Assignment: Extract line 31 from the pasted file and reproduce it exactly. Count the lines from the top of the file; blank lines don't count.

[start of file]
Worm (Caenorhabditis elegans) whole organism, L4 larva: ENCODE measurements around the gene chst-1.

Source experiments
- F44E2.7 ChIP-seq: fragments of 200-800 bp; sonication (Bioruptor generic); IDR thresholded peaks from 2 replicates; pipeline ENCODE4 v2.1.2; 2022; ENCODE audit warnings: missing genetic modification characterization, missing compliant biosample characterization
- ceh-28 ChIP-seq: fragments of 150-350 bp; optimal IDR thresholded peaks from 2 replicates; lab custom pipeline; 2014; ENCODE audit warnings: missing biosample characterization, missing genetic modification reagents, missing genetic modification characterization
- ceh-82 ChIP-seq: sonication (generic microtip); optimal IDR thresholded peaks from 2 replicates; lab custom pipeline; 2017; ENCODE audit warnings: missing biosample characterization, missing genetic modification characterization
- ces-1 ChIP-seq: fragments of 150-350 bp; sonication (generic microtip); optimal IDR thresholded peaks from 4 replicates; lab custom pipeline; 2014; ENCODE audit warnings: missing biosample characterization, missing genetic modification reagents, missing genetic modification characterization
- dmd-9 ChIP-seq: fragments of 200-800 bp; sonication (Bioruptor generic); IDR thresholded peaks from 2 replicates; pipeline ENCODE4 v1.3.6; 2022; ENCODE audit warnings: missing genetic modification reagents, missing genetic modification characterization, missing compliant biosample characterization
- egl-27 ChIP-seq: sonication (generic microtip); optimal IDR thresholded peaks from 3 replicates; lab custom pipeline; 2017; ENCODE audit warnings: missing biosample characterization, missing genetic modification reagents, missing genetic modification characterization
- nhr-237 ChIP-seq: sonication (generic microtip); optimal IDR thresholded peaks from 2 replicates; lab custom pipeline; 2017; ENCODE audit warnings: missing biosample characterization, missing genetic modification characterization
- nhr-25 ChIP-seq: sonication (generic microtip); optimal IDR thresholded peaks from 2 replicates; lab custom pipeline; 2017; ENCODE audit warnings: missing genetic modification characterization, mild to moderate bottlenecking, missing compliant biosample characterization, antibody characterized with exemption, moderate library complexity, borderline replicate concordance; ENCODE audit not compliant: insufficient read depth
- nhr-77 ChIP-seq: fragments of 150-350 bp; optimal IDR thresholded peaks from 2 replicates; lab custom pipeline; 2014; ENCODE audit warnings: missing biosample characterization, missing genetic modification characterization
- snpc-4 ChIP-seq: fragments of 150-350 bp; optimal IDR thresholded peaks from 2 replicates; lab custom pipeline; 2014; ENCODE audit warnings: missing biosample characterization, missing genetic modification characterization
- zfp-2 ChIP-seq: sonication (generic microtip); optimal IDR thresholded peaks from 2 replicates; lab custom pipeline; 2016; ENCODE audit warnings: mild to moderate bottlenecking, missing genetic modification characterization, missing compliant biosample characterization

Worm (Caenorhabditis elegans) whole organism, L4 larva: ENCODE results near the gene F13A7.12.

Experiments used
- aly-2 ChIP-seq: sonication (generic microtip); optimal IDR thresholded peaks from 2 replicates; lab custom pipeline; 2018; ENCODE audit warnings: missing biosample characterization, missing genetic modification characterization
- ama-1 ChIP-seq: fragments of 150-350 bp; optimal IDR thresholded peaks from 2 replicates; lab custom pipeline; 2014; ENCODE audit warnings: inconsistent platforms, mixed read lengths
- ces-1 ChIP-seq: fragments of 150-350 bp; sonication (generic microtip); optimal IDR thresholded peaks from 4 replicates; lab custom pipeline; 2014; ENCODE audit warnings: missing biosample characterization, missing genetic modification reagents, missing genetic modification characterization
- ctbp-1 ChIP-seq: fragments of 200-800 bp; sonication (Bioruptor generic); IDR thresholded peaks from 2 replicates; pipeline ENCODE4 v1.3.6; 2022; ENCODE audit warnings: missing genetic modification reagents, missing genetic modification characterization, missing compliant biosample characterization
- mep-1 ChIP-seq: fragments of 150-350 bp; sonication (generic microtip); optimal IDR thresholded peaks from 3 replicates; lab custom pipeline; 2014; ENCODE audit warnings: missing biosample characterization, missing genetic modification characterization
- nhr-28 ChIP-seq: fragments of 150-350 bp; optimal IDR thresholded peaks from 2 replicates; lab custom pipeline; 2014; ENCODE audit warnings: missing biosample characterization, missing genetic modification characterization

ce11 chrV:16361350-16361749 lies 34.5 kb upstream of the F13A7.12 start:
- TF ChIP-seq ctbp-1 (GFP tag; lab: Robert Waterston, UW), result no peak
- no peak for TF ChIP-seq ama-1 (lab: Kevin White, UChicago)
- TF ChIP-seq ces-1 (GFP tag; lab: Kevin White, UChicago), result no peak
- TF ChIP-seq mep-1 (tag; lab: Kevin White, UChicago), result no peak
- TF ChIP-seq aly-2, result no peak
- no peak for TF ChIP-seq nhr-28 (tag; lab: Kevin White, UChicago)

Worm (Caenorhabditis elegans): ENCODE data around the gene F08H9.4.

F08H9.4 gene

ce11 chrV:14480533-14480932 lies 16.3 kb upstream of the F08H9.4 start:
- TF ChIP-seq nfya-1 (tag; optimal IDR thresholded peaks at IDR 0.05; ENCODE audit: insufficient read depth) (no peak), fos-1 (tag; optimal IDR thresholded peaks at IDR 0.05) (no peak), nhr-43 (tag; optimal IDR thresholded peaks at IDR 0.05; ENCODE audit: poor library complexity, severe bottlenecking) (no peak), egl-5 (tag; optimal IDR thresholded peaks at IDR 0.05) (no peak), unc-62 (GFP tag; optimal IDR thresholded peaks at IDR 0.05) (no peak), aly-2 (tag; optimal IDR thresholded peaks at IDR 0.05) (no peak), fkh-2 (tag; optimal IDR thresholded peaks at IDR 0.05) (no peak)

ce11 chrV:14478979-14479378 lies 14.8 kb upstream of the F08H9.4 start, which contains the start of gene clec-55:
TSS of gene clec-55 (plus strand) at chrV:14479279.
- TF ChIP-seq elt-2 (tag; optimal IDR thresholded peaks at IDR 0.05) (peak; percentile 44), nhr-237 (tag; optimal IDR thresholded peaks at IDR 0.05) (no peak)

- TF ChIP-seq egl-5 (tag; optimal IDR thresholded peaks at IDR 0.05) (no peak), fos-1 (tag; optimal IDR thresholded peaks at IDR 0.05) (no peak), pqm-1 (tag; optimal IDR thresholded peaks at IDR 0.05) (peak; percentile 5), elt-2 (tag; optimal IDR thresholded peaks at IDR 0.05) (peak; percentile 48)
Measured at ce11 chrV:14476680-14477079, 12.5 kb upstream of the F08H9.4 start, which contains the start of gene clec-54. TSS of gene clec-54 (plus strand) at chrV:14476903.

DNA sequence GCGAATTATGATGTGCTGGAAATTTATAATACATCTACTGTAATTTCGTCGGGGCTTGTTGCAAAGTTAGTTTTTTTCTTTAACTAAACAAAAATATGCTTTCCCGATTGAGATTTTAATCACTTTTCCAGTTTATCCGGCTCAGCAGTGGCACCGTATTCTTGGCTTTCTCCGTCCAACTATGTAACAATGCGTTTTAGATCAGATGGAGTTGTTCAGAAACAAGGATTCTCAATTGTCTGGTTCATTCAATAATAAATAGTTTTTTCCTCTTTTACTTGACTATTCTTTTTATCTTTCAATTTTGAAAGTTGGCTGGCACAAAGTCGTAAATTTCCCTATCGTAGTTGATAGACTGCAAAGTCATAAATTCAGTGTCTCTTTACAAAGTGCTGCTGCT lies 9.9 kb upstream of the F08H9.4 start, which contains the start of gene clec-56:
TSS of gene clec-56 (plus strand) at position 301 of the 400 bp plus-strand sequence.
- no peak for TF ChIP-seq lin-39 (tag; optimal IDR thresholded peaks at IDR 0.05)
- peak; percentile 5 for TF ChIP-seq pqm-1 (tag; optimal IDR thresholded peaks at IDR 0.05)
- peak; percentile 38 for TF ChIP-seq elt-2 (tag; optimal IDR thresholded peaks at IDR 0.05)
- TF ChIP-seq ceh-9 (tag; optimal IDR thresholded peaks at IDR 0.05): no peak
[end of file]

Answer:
ce11 chrV:14480533-14480932 lies 16.3 kb upstream of the F08H9.4 start: